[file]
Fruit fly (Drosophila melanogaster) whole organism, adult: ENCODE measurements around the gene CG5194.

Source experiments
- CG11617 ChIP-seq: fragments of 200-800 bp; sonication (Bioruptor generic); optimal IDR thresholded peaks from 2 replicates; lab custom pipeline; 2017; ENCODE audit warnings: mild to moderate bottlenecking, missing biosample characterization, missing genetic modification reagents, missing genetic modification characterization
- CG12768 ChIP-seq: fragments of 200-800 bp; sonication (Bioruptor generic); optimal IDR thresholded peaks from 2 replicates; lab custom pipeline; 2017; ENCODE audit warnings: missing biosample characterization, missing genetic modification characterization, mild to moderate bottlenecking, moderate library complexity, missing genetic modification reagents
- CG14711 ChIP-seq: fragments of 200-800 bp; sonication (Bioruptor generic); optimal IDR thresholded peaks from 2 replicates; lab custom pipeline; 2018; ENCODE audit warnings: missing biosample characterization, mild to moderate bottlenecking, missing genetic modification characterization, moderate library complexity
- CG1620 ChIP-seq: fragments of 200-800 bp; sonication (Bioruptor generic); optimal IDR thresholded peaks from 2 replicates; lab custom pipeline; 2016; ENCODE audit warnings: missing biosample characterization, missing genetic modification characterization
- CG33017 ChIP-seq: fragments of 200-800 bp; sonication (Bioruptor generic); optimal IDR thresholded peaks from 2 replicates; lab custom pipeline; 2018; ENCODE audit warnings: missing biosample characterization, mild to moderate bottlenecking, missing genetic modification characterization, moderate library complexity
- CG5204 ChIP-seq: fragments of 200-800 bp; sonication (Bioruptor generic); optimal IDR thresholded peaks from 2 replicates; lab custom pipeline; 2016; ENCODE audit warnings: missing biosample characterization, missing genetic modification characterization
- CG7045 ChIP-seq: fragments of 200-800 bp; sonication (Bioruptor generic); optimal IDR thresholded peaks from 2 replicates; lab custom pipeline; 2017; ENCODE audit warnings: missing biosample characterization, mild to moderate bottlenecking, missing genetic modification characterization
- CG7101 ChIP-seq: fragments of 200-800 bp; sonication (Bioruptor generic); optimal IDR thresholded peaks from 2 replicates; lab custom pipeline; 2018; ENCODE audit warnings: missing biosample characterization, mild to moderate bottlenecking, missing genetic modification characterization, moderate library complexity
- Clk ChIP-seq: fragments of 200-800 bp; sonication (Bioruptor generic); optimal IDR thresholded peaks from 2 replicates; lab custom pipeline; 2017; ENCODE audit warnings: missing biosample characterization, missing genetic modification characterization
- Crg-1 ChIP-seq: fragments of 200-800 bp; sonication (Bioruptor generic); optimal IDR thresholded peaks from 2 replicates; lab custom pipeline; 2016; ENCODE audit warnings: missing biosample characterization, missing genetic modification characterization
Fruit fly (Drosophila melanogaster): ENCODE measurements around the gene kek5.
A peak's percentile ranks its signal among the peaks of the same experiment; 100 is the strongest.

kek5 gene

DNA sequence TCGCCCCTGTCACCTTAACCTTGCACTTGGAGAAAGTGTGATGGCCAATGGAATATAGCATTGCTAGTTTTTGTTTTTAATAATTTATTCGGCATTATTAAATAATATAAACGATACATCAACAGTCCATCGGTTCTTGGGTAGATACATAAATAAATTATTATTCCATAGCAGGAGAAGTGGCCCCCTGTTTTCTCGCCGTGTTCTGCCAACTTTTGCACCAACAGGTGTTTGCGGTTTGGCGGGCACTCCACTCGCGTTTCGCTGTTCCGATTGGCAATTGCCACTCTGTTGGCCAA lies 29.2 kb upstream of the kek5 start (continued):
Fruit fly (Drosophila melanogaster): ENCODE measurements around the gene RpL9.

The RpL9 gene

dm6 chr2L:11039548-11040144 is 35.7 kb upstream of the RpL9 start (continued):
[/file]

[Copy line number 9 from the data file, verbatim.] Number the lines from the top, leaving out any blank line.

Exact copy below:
- CG7045 ChIP-seq: fragments of 200-800 bp; sonication (Bioruptor generic); optimal IDR thresholded peaks from 2 replicates; lab custom pipeline; 2017; ENCODE audit warnings: missing biosample characterization, mild to moderate bottlenecking, missing genetic modification characterization